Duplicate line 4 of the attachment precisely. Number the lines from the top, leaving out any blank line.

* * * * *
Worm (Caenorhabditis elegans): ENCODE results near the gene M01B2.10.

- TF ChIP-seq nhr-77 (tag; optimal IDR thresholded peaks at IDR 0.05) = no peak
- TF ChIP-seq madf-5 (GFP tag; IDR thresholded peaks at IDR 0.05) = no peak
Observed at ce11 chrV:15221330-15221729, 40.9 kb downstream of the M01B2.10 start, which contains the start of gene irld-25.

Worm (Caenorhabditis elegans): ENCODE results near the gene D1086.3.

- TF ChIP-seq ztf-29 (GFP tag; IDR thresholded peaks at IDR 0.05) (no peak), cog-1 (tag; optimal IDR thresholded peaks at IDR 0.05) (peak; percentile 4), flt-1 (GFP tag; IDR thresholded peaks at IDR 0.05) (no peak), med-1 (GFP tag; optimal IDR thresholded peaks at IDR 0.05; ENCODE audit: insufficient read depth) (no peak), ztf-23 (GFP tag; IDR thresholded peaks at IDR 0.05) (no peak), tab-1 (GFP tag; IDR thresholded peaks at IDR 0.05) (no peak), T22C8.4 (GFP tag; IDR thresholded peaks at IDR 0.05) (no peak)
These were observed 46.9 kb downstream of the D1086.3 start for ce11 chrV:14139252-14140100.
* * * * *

Observed at ce11 chrV:15221330-15221729, 40.9 kb downstream of the M01B2.10 start, which contains the start of gene irld-25.